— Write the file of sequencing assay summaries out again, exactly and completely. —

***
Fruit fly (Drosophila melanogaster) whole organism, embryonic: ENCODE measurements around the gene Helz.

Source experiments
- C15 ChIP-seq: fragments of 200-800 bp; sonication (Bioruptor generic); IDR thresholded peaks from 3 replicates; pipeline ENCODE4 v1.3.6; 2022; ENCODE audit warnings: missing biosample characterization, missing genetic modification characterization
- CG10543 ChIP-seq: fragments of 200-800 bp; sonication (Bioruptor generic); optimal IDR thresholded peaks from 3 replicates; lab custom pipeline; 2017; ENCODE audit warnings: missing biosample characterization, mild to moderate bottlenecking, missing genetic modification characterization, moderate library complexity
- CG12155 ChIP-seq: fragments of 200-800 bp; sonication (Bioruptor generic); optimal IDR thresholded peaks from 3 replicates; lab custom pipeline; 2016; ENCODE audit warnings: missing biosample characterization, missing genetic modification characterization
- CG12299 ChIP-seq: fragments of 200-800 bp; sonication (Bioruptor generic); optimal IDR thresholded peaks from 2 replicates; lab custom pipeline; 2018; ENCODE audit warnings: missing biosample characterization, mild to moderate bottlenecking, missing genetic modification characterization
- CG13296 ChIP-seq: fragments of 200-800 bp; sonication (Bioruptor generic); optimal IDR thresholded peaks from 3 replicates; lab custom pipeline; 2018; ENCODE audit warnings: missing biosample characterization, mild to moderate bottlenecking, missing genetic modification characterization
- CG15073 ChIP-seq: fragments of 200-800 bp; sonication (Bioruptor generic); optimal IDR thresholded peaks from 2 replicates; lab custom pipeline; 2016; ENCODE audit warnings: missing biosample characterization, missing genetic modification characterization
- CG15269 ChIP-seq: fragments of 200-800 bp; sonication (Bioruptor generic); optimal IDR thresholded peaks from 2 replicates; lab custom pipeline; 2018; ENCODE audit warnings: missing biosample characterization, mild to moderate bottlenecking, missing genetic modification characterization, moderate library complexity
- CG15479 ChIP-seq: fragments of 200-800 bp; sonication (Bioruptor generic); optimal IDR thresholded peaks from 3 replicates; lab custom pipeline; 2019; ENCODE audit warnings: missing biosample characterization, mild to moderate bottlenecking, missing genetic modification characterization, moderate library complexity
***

Fruit fly (Drosophila melanogaster) whole organism, embryonic: ENCODE measurements around the gene Helz.

Source experiments
- C15 ChIP-seq: fragments of 200-800 bp; sonication (Bioruptor generic); IDR thresholded peaks from 3 replicates; pipeline ENCODE4 v1.3.6; 2022; ENCODE audit warnings: missing biosample characterization, missing genetic modification characterization
- CG10543 ChIP-seq: fragments of 200-800 bp; sonication (Bioruptor generic); optimal IDR thresholded peaks from 3 replicates; lab custom pipeline; 2017; ENCODE audit warnings: missing biosample characterization, mild to moderate bottlenecking, missing genetic modification characterization, moderate library complexity
- CG12155 ChIP-seq: fragments of 200-800 bp; sonication (Bioruptor generic); optimal IDR thresholded peaks from 3 replicates; lab custom pipeline; 2016; ENCODE audit warnings: missing biosample characterization, missing genetic modification characterization
- CG12299 ChIP-seq: fragments of 200-800 bp; sonication (Bioruptor generic); optimal IDR thresholded peaks from 2 replicates; lab custom pipeline; 2018; ENCODE audit warnings: missing biosample characterization, mild to moderate bottlenecking, missing genetic modification characterization
- CG13296 ChIP-seq: fragments of 200-800 bp; sonication (Bioruptor generic); optimal IDR thresholded peaks from 3 replicates; lab custom pipeline; 2018; ENCODE audit warnings: missing biosample characterization, mild to moderate bottlenecking, missing genetic modification characterization
- CG15073 ChIP-seq: fragments of 200-800 bp; sonication (Bioruptor generic); optimal IDR thresholded peaks from 2 replicates; lab custom pipeline; 2016; ENCODE audit warnings: missing biosample characterization, missing genetic modification characterization
- CG15269 ChIP-seq: fragments of 200-800 bp; sonication (Bioruptor generic); optimal IDR thresholded peaks from 2 replicates; lab custom pipeline; 2018; ENCODE audit warnings: missing biosample characterization, mild to moderate bottlenecking, missing genetic modification characterization, moderate library complexity
- CG15479 ChIP-seq: fragments of 200-800 bp; sonication (Bioruptor generic); optimal IDR thresholded peaks from 3 replicates; lab custom pipeline; 2019; ENCODE audit warnings: missing biosample characterization, mild to moderate bottlenecking, missing genetic modification characterization, moderate library complexity